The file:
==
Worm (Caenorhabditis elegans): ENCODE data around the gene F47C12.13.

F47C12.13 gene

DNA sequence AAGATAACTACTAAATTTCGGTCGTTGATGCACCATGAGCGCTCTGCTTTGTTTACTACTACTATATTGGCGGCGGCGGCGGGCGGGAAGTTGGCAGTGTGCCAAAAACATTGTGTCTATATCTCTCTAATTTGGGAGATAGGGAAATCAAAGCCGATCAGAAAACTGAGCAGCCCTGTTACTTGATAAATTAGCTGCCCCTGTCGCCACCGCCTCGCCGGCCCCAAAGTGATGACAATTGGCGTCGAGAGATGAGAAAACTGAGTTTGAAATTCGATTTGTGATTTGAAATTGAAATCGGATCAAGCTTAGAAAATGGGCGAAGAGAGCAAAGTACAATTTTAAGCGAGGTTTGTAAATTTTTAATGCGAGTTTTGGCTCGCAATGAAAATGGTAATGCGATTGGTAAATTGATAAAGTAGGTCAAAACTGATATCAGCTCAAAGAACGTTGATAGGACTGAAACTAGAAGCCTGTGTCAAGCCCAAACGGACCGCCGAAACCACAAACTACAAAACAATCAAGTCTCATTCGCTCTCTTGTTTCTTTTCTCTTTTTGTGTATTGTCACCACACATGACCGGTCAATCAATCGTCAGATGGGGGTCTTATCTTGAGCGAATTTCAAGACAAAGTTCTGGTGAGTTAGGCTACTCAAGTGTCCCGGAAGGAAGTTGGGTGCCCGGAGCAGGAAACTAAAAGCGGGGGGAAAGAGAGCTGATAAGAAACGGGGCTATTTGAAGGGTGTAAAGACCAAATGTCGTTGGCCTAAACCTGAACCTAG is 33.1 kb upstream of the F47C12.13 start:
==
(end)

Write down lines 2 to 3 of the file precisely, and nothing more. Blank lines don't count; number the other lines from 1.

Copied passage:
F47C12.13 gene

DNA sequence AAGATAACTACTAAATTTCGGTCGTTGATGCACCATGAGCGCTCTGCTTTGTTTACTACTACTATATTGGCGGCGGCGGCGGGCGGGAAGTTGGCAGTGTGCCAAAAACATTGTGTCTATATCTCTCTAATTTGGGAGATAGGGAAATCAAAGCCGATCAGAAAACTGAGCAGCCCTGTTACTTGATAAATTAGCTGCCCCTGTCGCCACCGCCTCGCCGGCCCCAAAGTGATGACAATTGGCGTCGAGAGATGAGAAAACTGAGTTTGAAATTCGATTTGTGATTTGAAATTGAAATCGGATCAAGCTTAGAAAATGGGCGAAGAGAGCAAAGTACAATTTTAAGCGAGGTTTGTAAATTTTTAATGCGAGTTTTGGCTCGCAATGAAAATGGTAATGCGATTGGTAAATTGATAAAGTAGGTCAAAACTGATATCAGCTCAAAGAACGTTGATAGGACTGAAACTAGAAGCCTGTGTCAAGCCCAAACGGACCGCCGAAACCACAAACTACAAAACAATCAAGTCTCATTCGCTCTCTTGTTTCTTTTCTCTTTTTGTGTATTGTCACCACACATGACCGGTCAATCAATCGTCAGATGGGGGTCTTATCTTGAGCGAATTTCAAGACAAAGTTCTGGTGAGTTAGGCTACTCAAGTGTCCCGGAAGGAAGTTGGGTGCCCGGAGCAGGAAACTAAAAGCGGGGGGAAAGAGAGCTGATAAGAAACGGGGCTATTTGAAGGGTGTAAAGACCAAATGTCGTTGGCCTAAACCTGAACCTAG is 33.1 kb upstream of the F47C12.13 start: